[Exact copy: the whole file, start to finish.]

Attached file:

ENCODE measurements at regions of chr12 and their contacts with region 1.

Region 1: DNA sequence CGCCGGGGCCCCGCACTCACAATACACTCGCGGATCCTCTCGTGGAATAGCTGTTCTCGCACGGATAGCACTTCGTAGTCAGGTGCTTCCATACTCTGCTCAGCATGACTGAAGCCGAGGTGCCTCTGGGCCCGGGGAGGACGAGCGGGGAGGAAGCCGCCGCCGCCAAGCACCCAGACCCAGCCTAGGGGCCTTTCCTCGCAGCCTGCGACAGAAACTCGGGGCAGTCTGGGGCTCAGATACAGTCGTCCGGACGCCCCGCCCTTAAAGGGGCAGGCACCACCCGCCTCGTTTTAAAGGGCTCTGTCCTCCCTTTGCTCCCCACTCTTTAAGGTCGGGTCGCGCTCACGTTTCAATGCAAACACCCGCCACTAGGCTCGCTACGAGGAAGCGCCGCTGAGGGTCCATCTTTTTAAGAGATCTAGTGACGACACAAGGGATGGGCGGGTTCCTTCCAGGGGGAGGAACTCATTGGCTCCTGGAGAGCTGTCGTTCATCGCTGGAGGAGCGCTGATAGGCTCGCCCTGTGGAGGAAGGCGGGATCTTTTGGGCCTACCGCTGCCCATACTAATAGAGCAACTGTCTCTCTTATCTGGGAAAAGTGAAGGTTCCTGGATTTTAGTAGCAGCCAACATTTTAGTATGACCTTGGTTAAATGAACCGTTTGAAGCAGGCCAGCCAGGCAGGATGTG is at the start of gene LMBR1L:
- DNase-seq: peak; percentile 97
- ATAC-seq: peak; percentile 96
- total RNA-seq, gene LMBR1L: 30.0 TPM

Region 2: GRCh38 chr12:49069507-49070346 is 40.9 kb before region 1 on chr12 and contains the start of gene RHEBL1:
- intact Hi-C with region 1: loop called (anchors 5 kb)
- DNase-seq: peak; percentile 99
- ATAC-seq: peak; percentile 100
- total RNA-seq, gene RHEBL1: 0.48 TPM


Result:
ENCODE measurements at regions of chr12 and their contacts with region 1.

Region 1: DNA sequence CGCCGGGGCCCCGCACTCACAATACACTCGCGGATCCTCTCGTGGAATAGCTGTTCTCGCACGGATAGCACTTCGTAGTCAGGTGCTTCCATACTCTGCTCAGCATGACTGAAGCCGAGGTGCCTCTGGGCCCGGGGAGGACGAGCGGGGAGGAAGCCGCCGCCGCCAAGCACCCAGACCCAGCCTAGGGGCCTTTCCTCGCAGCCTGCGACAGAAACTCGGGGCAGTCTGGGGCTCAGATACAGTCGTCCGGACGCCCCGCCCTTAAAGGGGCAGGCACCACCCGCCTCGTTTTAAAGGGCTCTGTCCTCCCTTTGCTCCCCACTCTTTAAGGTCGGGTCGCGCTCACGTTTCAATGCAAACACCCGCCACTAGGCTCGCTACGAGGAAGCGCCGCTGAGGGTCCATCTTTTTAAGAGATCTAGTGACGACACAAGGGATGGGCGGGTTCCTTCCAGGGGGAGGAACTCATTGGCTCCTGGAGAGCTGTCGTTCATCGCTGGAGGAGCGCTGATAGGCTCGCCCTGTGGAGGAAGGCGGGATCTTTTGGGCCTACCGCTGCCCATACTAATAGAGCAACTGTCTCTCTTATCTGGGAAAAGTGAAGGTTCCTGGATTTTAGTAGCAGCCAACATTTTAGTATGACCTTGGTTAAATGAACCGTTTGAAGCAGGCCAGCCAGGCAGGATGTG is at the start of gene LMBR1L:
- DNase-seq: peak; percentile 97
- ATAC-seq: peak; percentile 96
- total RNA-seq, gene LMBR1L: 30.0 TPM

Region 2: GRCh38 chr12:49069507-49070346 is 40.9 kb before region 1 on chr12 and contains the start of gene RHEBL1:
- intact Hi-C with region 1: loop called (anchors 5 kb)
- DNase-seq: peak; percentile 99
- ATAC-seq: peak; percentile 100
- total RNA-seq, gene RHEBL1: 0.48 TPM